Wednesday, June 27, 2007

Disposable Disposition

"Somewhere west of Laramie there's a broncho-busting, steer-roping girl who knows what I'm talking about." This is the first sentence of the now famous 173-word advertisement for the Jordan Motor Car Company that appeared in the 1920's The age of modern advertising began in this decade.

By 1925 seventy percent of the total income for magazines and newspapers came from ad revenue. Ad agencies with their well-paid specialists opened up offices on Madison Avenue in New York. Mass marketing had arrived. Anything could be sold to the public these modern day alchemists told their clients, and they were mostly right.

Some 78 years after the American stock market crashed in 1929 ending the Roaring Twenties, according to the U.S. Environmental Protection Agency, we Americans are number one in the world in terms of the amount of garbage and rubbish we produce. The average American manages to create about 4.5 pounds per day. Our closest competitor, Canada, generates around 3.75 pounds of trash daily.

The typical American today is exposed to about 3,000 advertising messages a day. Worldwide, global corporations spend more than $600 billion a year to advertise.

The United States has become the quintessential land of hyper-consumption, planned obsolescence, disposable "stuff" and, yes, credit card debt. E-waste (computers, televisions, copy machines, etc.) is now the fastest growing portion of our disposable world. Much of this discarded equipment, containing lead and numerous toxic chemicals, is shipped to developing nations, where it is stripped down, usually by people that have no idea of the kinds of risks they and their children may be exposed to.

We are, however, according to The Netherlands Environmental Assessment Agency, no longer the leading producer in the world of carbon dioxide, the most pervasive greenhouse gas and contributor to global warming. China surpassed us in 2006 in the amount of annual CO2 emissions released into the atmosphere.

China's economy is growing rapidly and, of the more than 1 billion inhabitants, it's estimated that approximately 300 million are aspiring members of China's newly expanding "middle class." At least another one billion people in the developing world are right behind China; they as well are determined to acquire the disposable life. "I want to be like Mike," as the Nike commercial once proclaimed proudly throughout the world.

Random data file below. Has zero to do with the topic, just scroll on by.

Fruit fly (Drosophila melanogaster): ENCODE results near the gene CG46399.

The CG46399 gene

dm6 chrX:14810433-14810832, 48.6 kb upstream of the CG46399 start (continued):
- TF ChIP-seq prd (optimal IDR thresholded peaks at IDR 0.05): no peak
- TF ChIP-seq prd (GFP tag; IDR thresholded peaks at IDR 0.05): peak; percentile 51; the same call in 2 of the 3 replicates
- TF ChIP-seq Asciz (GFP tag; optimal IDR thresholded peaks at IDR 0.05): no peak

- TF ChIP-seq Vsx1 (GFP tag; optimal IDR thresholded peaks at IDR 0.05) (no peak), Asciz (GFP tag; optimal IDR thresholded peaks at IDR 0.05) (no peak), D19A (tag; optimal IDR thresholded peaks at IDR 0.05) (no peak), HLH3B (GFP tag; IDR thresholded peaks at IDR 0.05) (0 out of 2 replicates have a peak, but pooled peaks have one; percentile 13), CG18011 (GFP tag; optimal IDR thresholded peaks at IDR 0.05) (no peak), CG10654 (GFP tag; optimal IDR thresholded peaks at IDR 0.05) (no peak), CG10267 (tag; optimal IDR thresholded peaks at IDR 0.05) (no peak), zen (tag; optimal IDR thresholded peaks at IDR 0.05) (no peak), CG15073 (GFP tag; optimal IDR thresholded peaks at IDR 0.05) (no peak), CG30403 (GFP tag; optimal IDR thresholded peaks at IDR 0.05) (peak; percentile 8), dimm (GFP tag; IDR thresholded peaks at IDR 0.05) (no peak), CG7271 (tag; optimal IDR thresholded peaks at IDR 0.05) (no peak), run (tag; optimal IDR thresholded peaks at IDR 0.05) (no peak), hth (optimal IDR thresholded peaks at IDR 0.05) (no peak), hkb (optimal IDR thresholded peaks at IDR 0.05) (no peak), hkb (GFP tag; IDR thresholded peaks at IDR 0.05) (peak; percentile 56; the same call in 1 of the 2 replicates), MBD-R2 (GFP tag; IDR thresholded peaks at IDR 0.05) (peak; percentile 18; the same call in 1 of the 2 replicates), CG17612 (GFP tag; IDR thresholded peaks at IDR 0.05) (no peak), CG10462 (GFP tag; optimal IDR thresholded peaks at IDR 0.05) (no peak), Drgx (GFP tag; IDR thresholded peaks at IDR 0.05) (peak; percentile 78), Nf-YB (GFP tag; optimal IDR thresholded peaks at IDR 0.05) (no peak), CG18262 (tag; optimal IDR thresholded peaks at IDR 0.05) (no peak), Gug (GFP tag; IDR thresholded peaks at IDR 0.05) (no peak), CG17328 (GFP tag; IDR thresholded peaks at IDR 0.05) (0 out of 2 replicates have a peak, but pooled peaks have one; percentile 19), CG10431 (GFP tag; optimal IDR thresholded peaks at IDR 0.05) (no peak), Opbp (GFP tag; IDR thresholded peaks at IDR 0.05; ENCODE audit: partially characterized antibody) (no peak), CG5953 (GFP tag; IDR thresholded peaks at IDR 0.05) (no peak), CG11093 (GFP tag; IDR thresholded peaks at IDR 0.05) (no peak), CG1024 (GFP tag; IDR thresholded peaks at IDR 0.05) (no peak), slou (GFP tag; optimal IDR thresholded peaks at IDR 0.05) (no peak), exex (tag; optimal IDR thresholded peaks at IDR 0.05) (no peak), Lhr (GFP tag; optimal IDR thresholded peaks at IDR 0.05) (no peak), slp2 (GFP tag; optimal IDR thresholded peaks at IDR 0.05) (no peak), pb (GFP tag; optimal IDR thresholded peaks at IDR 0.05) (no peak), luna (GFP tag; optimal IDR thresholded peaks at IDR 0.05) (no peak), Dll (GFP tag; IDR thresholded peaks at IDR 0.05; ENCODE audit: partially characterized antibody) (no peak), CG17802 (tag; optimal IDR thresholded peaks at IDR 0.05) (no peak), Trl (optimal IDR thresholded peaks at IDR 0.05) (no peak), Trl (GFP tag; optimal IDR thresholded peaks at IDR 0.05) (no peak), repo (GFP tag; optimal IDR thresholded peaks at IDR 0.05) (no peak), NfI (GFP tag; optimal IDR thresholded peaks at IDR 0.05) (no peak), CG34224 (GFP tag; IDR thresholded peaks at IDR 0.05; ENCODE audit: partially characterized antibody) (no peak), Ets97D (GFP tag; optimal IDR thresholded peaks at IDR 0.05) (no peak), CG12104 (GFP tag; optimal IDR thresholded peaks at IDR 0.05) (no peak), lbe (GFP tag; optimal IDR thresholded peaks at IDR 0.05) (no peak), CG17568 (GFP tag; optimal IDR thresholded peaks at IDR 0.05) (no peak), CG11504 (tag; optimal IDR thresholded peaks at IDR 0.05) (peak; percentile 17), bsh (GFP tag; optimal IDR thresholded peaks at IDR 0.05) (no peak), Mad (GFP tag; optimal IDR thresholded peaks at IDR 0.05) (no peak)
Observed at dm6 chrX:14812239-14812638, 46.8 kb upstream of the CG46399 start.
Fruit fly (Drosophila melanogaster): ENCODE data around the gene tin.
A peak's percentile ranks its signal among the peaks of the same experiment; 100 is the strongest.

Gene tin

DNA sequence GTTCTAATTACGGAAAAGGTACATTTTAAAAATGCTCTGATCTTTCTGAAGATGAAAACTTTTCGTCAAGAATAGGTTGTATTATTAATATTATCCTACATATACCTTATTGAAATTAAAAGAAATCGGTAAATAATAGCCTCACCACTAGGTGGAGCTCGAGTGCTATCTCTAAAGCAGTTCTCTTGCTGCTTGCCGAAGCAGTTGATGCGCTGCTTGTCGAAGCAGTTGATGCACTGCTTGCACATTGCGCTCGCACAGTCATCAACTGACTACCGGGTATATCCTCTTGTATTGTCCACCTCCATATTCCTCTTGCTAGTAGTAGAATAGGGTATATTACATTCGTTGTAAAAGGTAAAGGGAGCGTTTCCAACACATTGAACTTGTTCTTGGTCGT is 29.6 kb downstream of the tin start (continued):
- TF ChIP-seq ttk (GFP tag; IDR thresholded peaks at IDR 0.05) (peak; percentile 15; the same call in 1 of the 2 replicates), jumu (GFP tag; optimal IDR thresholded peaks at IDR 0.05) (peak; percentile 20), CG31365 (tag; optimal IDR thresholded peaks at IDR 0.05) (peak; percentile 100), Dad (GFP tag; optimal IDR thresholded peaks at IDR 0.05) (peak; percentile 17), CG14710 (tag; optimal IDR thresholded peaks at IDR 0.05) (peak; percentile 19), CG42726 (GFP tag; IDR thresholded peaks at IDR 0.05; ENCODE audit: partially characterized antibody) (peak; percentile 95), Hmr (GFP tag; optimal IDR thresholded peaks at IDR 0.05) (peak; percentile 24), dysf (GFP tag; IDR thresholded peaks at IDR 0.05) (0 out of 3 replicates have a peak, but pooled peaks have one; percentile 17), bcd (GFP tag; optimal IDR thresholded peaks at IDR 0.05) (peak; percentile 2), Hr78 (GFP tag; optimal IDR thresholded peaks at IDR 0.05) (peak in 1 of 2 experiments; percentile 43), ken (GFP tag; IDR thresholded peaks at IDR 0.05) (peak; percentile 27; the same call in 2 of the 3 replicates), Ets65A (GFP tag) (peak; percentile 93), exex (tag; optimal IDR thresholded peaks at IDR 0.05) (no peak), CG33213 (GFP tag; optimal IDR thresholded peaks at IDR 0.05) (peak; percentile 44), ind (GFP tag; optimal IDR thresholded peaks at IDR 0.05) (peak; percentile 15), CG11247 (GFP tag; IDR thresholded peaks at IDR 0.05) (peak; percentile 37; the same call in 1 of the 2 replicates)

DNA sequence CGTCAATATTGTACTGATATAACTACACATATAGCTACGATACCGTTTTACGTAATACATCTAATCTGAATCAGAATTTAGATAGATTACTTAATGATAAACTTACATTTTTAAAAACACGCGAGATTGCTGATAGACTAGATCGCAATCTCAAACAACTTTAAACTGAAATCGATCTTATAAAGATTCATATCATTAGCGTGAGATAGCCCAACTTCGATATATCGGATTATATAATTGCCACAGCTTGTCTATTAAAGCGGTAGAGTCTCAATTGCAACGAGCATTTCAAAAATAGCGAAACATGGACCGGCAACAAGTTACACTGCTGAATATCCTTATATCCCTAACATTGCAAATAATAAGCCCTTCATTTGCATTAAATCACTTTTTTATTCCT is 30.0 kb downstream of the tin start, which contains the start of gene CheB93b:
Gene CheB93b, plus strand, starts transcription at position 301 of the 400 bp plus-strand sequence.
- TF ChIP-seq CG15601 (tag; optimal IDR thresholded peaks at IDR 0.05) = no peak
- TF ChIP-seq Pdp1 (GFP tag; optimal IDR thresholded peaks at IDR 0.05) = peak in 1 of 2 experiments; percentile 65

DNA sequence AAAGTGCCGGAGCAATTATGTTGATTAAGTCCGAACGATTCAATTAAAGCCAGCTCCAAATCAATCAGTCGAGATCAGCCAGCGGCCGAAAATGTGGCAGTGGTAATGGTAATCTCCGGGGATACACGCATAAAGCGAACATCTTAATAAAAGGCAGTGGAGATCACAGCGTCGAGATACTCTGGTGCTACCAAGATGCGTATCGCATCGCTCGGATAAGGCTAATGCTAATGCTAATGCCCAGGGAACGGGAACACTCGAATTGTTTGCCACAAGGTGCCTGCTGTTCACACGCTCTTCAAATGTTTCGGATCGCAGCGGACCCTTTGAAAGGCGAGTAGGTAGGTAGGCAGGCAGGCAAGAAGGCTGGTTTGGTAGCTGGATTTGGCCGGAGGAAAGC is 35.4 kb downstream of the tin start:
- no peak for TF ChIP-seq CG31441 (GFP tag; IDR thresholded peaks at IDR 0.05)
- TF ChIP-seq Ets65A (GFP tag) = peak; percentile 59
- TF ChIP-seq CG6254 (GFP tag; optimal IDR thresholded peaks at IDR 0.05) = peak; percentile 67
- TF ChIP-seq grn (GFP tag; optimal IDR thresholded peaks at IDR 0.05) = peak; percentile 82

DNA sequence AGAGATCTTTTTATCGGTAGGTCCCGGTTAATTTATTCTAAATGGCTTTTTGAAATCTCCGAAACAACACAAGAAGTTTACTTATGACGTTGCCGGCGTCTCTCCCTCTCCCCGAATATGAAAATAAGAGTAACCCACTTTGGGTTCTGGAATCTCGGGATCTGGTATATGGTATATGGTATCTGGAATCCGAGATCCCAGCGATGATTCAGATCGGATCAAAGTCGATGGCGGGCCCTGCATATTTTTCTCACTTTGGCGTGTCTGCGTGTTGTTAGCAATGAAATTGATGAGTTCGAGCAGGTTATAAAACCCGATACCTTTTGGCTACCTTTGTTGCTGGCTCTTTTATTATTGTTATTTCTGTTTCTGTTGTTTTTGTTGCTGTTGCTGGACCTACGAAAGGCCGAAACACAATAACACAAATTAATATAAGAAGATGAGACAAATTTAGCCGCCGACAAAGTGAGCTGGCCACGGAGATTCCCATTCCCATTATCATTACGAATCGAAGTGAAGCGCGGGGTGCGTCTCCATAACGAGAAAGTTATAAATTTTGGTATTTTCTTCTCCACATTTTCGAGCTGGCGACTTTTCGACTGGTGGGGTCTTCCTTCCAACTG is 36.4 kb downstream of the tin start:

Monday, June 11, 2007

Bada Bada Bing

The Sopranos, America's fictional, dysfunctional family, finally faded into the sunset Sunday night. But I woke up this morning to learn once again that real dysfunction is alive and well in the U.S.A. and healthier than ever.

The latest Gallup Poll pointed out that the majority of people surveyed, some 1,007 adults, believed that "both" are likely explanations when the question was asked whether we humans are a result of God's creation or evolution over millions of years. Yes, those that subscribe to the creationism theory believe we arrived in our present form within the last 10,000 years--the beginning of the Neolithic period as scientists often refer to the time period.

Not surprisingly, 68% of people that call themselves Republicans don't believe in evolution. Unfortunately, however, 37% of Independents and 40% of Democrats do not believe in evolution, not insignificant minorities.

I liked the ending of The Sopranos because, while offering some possibilities, we weren't absolutely certain what would happen to Tony and his family, sort of like how the world really works. We can speculate. Are you inclined to be optimistic or pessimistic?

Monday, June 04, 2007

Around and Around

Missouri, the state where I live, according to an Associated Press analysis, has increased its carbon dioxide emissions some 32% between 1990 and 2003, while the state's population grew no more than 13% by the A.P. reckoning. The primary reason seems to be the increasing use of coal as an energy source.

About half of America's electricity comes from burning coal at this point in time in the United States. It's "cheap" and plentiful. States also vary considerably in their greenhouse gas emissions, largely due to decisions to use coal an an energy source.

The state of Texas emits more CO2 than most countries do. On a per-person use, Wyoming, one of the least populous states, sends out more carbon dioxide than any other state in the U.S. Both of these states burn a lot of coal. Electricity is cheaper in these states than many others but of course pollution and greenhouse gases are not remotely interested in state boundaries and travel everywhere, including to those states that don't use coal an an energy source.

Idaho, on a per person basis, emits the least amount of CO2. California, the most populous state, has decreased its CO2 emissions more than 10% from 1990 to 2003, and New York has lowered its CO2 levels. These states have either outlawed the burning of coal or have sought alternatives to reduce its impact.

There is no particular reason to think that the U.S. will develop national energy standards anytime soon or that the world will develop global standards to reduce greenhouse gases in the next several years. Perhaps if we decide to put a value on clean air, water and biodiversity we may have a chance to get beyond infantile "voluntary" mechanisms in the U.S. and belligerent "entitlement" from countries like China and India.

In the meantime turn the pressure up.